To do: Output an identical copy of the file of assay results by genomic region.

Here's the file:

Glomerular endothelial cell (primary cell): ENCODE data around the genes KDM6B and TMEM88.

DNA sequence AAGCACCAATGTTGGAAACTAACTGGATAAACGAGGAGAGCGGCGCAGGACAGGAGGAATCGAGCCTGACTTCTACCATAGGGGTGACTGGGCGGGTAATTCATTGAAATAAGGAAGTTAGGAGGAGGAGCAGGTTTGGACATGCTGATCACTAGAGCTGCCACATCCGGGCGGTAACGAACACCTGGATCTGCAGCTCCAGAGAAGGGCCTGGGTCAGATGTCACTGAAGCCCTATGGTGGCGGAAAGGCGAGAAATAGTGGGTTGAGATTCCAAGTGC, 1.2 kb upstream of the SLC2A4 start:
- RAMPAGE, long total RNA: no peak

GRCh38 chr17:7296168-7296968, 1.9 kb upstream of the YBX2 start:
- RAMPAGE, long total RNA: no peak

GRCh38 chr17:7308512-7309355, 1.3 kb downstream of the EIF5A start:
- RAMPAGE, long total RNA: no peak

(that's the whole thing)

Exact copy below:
Glomerular endothelial cell (primary cell): ENCODE data around the genes KDM6B and TMEM88.

DNA sequence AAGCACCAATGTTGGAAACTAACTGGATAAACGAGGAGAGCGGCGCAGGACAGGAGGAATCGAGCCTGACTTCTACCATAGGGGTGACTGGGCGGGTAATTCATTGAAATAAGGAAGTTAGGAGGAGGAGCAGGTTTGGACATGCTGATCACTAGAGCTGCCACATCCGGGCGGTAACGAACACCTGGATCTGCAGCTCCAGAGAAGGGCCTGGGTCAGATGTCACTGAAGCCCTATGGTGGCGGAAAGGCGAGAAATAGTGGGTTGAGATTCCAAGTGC, 1.2 kb upstream of the SLC2A4 start:
- RAMPAGE, long total RNA: no peak

GRCh38 chr17:7296168-7296968, 1.9 kb upstream of the YBX2 start:
- RAMPAGE, long total RNA: no peak

GRCh38 chr17:7308512-7309355, 1.3 kb downstream of the EIF5A start:
- RAMPAGE, long total RNA: no peak